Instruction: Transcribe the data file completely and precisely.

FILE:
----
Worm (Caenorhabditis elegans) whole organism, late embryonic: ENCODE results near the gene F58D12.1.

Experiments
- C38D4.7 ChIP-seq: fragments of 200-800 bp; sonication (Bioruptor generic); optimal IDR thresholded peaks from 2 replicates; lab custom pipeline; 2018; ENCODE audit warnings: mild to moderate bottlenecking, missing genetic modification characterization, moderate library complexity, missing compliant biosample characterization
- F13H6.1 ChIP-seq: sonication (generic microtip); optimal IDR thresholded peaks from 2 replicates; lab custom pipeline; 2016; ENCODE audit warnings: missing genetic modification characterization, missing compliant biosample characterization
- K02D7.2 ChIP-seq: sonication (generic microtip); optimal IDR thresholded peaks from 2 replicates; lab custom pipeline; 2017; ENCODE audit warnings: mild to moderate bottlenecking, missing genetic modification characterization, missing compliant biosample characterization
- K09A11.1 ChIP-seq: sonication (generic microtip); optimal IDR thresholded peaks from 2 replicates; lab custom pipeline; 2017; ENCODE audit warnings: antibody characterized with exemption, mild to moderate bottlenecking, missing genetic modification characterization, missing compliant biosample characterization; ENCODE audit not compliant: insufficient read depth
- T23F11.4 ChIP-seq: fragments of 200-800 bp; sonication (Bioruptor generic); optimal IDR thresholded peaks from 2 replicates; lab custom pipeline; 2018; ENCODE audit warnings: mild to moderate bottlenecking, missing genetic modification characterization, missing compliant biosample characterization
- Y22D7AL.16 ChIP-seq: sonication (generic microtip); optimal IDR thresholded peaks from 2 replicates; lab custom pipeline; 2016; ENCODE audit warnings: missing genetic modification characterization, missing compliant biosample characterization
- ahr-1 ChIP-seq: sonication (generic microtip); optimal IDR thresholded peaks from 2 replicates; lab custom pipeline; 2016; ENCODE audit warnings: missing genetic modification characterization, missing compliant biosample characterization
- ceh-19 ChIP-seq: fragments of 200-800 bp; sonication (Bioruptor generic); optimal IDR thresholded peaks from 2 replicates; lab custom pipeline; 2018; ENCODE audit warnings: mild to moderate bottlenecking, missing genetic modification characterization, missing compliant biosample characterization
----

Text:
Worm (Caenorhabditis elegans) whole organism, late embryonic: ENCODE results near the gene F58D12.1.

Experiments
- C38D4.7 ChIP-seq: fragments of 200-800 bp; sonication (Bioruptor generic); optimal IDR thresholded peaks from 2 replicates; lab custom pipeline; 2018; ENCODE audit warnings: mild to moderate bottlenecking, missing genetic modification characterization, moderate library complexity, missing compliant biosample characterization
- F13H6.1 ChIP-seq: sonication (generic microtip); optimal IDR thresholded peaks from 2 replicates; lab custom pipeline; 2016; ENCODE audit warnings: missing genetic modification characterization, missing compliant biosample characterization
- K02D7.2 ChIP-seq: sonication (generic microtip); optimal IDR thresholded peaks from 2 replicates; lab custom pipeline; 2017; ENCODE audit warnings: mild to moderate bottlenecking, missing genetic modification characterization, missing compliant biosample characterization
- K09A11.1 ChIP-seq: sonication (generic microtip); optimal IDR thresholded peaks from 2 replicates; lab custom pipeline; 2017; ENCODE audit warnings: antibody characterized with exemption, mild to moderate bottlenecking, missing genetic modification characterization, missing compliant biosample characterization; ENCODE audit not compliant: insufficient read depth
- T23F11.4 ChIP-seq: fragments of 200-800 bp; sonication (Bioruptor generic); optimal IDR thresholded peaks from 2 replicates; lab custom pipeline; 2018; ENCODE audit warnings: mild to moderate bottlenecking, missing genetic modification characterization, missing compliant biosample characterization
- Y22D7AL.16 ChIP-seq: sonication (generic microtip); optimal IDR thresholded peaks from 2 replicates; lab custom pipeline; 2016; ENCODE audit warnings: missing genetic modification characterization, missing compliant biosample characterization
- ahr-1 ChIP-seq: sonication (generic microtip); optimal IDR thresholded peaks from 2 replicates; lab custom pipeline; 2016; ENCODE audit warnings: missing genetic modification characterization, missing compliant biosample characterization
- ceh-19 ChIP-seq: fragments of 200-800 bp; sonication (Bioruptor generic); optimal IDR thresholded peaks from 2 replicates; lab custom pipeline; 2018; ENCODE audit warnings: mild to moderate bottlenecking, missing genetic modification characterization, missing compliant biosample characterization